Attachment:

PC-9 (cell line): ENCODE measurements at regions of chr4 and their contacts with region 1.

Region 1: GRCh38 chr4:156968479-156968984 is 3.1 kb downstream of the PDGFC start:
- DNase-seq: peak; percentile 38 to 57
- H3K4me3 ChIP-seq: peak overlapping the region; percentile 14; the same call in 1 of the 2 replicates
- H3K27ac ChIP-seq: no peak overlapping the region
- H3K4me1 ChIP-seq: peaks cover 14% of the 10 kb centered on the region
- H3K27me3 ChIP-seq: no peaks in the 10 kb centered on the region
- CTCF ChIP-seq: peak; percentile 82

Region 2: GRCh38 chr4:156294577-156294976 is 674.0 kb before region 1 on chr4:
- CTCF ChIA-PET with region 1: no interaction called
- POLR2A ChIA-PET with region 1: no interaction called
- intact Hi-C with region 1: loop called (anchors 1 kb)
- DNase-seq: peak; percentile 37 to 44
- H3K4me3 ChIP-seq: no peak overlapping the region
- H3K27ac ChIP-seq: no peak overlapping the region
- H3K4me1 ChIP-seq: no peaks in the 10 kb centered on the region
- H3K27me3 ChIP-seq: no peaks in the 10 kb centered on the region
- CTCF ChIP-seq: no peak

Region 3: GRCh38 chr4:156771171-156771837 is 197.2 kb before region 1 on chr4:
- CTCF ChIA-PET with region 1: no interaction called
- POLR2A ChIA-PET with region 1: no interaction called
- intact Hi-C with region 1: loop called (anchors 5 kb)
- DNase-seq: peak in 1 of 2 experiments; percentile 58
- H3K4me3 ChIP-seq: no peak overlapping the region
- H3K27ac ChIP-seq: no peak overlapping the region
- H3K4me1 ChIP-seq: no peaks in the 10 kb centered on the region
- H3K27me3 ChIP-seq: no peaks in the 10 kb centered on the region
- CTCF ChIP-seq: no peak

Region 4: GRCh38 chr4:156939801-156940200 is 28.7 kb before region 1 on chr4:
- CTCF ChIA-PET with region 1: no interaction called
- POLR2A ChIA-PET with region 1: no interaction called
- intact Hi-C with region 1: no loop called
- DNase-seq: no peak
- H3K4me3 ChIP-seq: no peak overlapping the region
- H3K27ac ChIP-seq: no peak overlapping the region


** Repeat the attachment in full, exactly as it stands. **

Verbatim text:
PC-9 (cell line): ENCODE measurements at regions of chr4 and their contacts with region 1.

Region 1: GRCh38 chr4:156968479-156968984 is 3.1 kb downstream of the PDGFC start:
- DNase-seq: peak; percentile 38 to 57
- H3K4me3 ChIP-seq: peak overlapping the region; percentile 14; the same call in 1 of the 2 replicates
- H3K27ac ChIP-seq: no peak overlapping the region
- H3K4me1 ChIP-seq: peaks cover 14% of the 10 kb centered on the region
- H3K27me3 ChIP-seq: no peaks in the 10 kb centered on the region
- CTCF ChIP-seq: peak; percentile 82

Region 2: GRCh38 chr4:156294577-156294976 is 674.0 kb before region 1 on chr4:
- CTCF ChIA-PET with region 1: no interaction called
- POLR2A ChIA-PET with region 1: no interaction called
- intact Hi-C with region 1: loop called (anchors 1 kb)
- DNase-seq: peak; percentile 37 to 44
- H3K4me3 ChIP-seq: no peak overlapping the region
- H3K27ac ChIP-seq: no peak overlapping the region
- H3K4me1 ChIP-seq: no peaks in the 10 kb centered on the region
- H3K27me3 ChIP-seq: no peaks in the 10 kb centered on the region
- CTCF ChIP-seq: no peak

Region 3: GRCh38 chr4:156771171-156771837 is 197.2 kb before region 1 on chr4:
- CTCF ChIA-PET with region 1: no interaction called
- POLR2A ChIA-PET with region 1: no interaction called
- intact Hi-C with region 1: loop called (anchors 5 kb)
- DNase-seq: peak in 1 of 2 experiments; percentile 58
- H3K4me3 ChIP-seq: no peak overlapping the region
- H3K27ac ChIP-seq: no peak overlapping the region
- H3K4me1 ChIP-seq: no peaks in the 10 kb centered on the region
- H3K27me3 ChIP-seq: no peaks in the 10 kb centered on the region
- CTCF ChIP-seq: no peak

Region 4: GRCh38 chr4:156939801-156940200 is 28.7 kb before region 1 on chr4:
- CTCF ChIA-PET with region 1: no interaction called
- POLR2A ChIA-PET with region 1: no interaction called
- intact Hi-C with region 1: no loop called
- DNase-seq: no peak
- H3K4me3 ChIP-seq: no peak overlapping the region
- H3K27ac ChIP-seq: no peak overlapping the region